Who we hire makes a difference.
A grumpy housekeeper or cafeteria cashier whose work is mediocre can help drive down patient satisfaction scores.
A physician who is more focused on the money he or she makes than the needs of the patient will impact quality of care and patient safety.
A healthcare executive who is more interested in checking another box in their career advancement plan – focusing more on title and scope of responsibility than the overall success of the organization – is a threat to morale, patient quality, safety and the financial performance of the enterprise.
With a swell of structural change building in the healthcare industry, who we hire will make a big difference. I find it helpful to look outside healthcare, to learn what other industry segments are thinking and doing. There is so much information on this subject that research becomes akin to taking a drink from the proverbial fire hose.
Ryan Smith, co-founder and Chief Executive Officer of Qualtrics, a Provo, Utah provider of on-line survey research platforms, shares something in common with hospital CEOs. He is in a fast-change industry. Hospitals are about to be.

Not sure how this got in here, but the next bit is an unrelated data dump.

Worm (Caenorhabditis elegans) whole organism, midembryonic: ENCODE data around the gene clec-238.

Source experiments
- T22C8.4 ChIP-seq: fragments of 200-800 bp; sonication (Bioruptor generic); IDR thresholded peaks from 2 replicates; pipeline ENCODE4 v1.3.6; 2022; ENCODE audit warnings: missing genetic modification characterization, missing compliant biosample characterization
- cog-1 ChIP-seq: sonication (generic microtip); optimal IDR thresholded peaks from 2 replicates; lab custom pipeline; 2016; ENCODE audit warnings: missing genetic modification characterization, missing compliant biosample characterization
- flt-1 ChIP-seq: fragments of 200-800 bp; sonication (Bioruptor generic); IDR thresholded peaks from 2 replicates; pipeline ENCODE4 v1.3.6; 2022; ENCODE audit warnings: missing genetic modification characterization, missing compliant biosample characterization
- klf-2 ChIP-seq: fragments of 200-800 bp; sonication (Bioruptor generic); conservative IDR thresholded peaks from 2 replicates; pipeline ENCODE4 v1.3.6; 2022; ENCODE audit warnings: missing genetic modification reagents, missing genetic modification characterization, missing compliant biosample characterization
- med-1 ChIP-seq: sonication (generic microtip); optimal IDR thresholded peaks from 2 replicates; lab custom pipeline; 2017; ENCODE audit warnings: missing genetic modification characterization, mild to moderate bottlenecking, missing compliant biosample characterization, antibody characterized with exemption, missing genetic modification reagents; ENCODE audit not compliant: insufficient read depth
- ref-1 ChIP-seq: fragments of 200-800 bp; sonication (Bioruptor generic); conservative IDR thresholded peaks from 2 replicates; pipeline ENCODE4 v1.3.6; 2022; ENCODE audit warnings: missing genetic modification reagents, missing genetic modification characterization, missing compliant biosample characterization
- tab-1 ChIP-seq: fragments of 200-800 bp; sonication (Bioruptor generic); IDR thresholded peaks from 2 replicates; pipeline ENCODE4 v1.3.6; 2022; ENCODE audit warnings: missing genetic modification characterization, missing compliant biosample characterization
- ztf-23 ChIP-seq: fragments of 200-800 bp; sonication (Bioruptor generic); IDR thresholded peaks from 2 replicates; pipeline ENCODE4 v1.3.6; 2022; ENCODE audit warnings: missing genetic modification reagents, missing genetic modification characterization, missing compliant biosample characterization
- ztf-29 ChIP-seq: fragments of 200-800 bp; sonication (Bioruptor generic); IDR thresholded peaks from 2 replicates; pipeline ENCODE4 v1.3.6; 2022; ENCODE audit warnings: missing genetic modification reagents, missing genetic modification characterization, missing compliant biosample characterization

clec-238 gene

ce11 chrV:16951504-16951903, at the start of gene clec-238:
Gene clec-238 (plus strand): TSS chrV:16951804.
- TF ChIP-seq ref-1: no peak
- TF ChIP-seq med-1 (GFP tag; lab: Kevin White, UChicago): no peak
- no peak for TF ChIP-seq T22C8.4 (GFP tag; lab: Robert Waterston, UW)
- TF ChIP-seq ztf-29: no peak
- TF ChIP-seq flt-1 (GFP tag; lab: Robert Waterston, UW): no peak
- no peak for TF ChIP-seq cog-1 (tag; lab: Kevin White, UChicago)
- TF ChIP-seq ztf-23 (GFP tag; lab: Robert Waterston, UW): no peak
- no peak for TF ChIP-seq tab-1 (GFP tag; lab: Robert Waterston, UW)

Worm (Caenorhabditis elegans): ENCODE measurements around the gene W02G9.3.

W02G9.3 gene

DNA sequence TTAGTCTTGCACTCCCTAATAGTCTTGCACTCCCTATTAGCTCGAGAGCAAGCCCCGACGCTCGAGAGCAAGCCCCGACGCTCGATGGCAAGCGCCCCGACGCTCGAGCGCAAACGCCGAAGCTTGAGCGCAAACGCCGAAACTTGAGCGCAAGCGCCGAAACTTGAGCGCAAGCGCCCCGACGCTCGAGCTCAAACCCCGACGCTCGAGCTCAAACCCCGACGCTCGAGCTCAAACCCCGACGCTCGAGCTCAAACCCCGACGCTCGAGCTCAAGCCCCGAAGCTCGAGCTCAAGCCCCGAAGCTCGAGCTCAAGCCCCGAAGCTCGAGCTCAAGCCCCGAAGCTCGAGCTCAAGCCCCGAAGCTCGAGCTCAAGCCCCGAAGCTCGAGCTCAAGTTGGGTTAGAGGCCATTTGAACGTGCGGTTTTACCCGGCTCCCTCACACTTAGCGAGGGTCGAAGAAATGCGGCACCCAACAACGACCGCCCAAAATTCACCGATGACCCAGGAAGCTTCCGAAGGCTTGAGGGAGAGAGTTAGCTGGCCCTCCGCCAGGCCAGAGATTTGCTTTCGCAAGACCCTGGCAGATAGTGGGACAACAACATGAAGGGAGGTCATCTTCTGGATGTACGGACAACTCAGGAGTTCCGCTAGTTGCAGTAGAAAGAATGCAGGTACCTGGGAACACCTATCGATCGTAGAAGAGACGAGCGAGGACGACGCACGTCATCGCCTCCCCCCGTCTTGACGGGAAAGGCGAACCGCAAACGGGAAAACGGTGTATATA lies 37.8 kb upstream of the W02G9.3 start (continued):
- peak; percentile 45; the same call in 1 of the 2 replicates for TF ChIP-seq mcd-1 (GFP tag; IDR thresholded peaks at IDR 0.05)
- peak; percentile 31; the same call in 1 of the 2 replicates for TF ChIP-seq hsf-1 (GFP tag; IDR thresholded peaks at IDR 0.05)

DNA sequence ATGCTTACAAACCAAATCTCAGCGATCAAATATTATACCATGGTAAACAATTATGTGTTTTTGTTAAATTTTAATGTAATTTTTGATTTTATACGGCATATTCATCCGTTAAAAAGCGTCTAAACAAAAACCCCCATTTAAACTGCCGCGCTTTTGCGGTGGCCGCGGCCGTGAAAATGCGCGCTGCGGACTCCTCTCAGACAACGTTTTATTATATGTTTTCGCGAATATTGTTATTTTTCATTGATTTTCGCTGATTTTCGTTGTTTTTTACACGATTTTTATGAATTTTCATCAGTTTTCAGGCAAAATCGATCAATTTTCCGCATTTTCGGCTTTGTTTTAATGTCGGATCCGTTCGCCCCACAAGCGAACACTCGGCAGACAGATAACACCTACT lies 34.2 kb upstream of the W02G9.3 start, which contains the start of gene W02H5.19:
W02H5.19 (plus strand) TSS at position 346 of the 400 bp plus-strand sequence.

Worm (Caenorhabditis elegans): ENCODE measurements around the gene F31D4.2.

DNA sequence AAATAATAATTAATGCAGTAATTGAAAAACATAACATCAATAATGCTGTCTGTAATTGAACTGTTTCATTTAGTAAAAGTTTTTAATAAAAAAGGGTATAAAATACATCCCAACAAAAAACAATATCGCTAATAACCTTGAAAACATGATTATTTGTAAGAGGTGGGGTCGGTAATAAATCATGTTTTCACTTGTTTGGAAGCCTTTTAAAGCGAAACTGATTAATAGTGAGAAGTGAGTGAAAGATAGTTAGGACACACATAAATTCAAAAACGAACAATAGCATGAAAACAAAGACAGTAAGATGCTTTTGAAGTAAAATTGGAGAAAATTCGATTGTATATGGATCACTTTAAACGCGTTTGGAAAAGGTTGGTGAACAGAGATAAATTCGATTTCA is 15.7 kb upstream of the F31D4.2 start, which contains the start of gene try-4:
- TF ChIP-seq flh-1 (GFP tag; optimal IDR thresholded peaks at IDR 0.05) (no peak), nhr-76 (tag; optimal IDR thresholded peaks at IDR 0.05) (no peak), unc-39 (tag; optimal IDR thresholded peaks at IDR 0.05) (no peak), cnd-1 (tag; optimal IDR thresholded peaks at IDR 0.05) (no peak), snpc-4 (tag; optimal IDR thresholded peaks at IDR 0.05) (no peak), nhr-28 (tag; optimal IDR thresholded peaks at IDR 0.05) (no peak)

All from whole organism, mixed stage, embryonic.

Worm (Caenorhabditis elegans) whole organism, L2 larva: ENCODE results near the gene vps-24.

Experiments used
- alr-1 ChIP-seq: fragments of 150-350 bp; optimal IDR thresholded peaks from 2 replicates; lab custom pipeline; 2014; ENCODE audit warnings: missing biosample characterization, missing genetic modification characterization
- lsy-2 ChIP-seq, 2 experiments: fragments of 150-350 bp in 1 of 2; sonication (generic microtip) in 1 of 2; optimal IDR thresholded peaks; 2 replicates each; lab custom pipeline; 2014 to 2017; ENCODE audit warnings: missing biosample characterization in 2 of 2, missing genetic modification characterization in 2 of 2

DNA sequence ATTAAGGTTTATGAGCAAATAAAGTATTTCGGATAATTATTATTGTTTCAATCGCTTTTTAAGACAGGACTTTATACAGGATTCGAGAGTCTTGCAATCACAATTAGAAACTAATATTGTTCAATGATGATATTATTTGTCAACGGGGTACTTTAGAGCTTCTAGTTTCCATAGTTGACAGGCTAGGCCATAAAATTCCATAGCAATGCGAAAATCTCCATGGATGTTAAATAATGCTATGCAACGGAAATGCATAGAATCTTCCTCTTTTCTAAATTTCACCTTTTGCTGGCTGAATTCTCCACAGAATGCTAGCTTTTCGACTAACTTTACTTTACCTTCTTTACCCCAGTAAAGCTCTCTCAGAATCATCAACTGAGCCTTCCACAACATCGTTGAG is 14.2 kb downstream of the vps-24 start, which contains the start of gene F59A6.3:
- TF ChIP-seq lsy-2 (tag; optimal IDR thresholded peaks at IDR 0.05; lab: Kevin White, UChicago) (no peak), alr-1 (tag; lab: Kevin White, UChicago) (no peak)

“When everyone is rowing together toward the same objective, it is going to be very powerful …high execution at a high level is very important. The organization is going to change quickly – we are not perfect and we are going to make mistakes. We want to find people who align with that, who will add value to the company in whatever role they are in,” said Mr. Smith in the New York Times Corner Office column on Sunday.
“I am looking for someone (job applicants) who is a ‘gamer’… I want to know the hardest thing they’ve ever done. So, if you were in Korea traveling by yourself, did you go home when things got rough? That’s what I am trying to figure out, because when the ship’s going well, everyone’s good. But when obstacles come up, we’ve got to sit back and rethink, how are we going to navigate these?
Will some people want to jump off the ship? Or will they come in, roll up their sleeves and say, ‘Hey, this is part of it’.”
As the challenges for health systems, hospitals and other providers change, we are re-evaluating our –in-depth face-to-face screening interview to ensure we are finding the people who can roll up their sleeves and take on new challenges that are outside the comfort box, because that is going to be what it takes.
Health system CEOs and their senior leaders need to take a long, in-depth look at their talent pool at every level of the organization to determine their “gamer” census. By the way, Mr. Smith believes you must be truly transparent with your employees. If the challenges are tough and much is expected, and “if we are going to execute at a very high level, everyone has to know where we are going.”
It is not too early to make changes.
© 2012 John Gregory Self